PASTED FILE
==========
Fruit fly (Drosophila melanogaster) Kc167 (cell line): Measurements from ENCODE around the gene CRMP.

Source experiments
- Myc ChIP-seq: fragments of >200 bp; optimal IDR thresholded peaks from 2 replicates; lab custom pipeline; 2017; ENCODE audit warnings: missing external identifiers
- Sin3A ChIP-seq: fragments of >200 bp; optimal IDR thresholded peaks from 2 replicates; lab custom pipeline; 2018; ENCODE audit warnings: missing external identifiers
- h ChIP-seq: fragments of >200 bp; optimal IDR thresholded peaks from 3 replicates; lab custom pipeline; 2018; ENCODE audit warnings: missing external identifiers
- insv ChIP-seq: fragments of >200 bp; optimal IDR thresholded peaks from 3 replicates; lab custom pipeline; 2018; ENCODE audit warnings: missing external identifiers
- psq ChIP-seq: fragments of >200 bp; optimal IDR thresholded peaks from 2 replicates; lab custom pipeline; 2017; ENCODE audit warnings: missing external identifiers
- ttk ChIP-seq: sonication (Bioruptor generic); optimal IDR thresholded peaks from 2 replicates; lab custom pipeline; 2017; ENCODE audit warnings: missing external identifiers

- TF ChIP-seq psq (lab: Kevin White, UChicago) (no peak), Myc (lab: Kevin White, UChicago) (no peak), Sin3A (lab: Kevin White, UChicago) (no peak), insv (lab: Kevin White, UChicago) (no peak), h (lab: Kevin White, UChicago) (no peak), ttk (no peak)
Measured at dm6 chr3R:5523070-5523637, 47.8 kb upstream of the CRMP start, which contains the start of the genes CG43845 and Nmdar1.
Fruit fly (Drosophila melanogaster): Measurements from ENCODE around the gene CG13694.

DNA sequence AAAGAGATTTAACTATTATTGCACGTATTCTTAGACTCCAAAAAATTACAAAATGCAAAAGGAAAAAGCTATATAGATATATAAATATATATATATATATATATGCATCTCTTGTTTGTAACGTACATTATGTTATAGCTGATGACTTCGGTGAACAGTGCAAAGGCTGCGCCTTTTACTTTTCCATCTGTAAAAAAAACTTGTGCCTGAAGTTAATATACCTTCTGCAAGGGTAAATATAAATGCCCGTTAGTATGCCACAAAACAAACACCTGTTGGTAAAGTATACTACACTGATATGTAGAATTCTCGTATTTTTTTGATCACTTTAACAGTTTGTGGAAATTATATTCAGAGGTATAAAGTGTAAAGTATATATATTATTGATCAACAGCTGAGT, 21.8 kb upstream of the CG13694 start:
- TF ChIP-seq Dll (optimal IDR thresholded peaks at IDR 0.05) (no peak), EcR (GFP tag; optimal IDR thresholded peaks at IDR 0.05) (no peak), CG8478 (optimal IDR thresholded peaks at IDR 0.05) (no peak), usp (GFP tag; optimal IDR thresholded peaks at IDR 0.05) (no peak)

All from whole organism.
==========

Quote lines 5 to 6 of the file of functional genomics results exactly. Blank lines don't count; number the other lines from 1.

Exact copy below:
- h ChIP-seq: fragments of >200 bp; optimal IDR thresholded peaks from 3 replicates; lab custom pipeline; 2018; ENCODE audit warnings: missing external identifiers
- insv ChIP-seq: fragments of >200 bp; optimal IDR thresholded peaks from 3 replicates; lab custom pipeline; 2018; ENCODE audit warnings: missing external identifiers